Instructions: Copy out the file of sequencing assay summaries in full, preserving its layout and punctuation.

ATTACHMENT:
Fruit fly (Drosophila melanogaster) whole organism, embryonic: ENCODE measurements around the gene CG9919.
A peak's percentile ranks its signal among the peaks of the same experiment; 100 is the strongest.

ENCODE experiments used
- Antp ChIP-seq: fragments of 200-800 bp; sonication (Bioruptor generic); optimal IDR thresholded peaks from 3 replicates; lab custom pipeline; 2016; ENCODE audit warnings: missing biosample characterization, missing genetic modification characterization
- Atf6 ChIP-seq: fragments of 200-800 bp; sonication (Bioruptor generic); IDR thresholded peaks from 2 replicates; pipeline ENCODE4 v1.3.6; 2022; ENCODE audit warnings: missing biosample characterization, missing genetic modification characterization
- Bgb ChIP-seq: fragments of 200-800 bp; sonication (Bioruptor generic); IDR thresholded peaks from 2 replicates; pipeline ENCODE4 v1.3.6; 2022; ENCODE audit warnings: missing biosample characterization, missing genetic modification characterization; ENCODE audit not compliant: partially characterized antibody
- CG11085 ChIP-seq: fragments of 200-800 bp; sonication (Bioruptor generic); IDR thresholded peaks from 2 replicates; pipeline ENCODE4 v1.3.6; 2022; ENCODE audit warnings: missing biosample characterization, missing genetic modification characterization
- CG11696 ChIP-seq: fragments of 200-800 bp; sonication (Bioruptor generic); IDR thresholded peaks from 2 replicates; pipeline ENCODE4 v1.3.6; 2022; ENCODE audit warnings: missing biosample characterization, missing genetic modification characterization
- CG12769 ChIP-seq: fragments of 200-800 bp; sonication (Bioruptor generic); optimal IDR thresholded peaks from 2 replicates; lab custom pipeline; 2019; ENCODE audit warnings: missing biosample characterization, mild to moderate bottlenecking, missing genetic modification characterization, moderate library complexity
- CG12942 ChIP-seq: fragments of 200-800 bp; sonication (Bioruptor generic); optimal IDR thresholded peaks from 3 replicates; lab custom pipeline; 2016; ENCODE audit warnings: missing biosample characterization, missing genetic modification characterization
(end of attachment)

Fruit fly (Drosophila melanogaster) whole organism, embryonic: ENCODE measurements around the gene CG9919.
A peak's percentile ranks its signal among the peaks of the same experiment; 100 is the strongest.

ENCODE experiments used
- Antp ChIP-seq: fragments of 200-800 bp; sonication (Bioruptor generic); optimal IDR thresholded peaks from 3 replicates; lab custom pipeline; 2016; ENCODE audit warnings: missing biosample characterization, missing genetic modification characterization
- Atf6 ChIP-seq: fragments of 200-800 bp; sonication (Bioruptor generic); IDR thresholded peaks from 2 replicates; pipeline ENCODE4 v1.3.6; 2022; ENCODE audit warnings: missing biosample characterization, missing genetic modification characterization
- Bgb ChIP-seq: fragments of 200-800 bp; sonication (Bioruptor generic); IDR thresholded peaks from 2 replicates; pipeline ENCODE4 v1.3.6; 2022; ENCODE audit warnings: missing biosample characterization, missing genetic modification characterization; ENCODE audit not compliant: partially characterized antibody
- CG11085 ChIP-seq: fragments of 200-800 bp; sonication (Bioruptor generic); IDR thresholded peaks from 2 replicates; pipeline ENCODE4 v1.3.6; 2022; ENCODE audit warnings: missing biosample characterization, missing genetic modification characterization
- CG11696 ChIP-seq: fragments of 200-800 bp; sonication (Bioruptor generic); IDR thresholded peaks from 2 replicates; pipeline ENCODE4 v1.3.6; 2022; ENCODE audit warnings: missing biosample characterization, missing genetic modification characterization
- CG12769 ChIP-seq: fragments of 200-800 bp; sonication (Bioruptor generic); optimal IDR thresholded peaks from 2 replicates; lab custom pipeline; 2019; ENCODE audit warnings: missing biosample characterization, mild to moderate bottlenecking, missing genetic modification characterization, moderate library complexity
- CG12942 ChIP-seq: fragments of 200-800 bp; sonication (Bioruptor generic); optimal IDR thresholded peaks from 3 replicates; lab custom pipeline; 2016; ENCODE audit warnings: missing biosample characterization, missing genetic modification characterization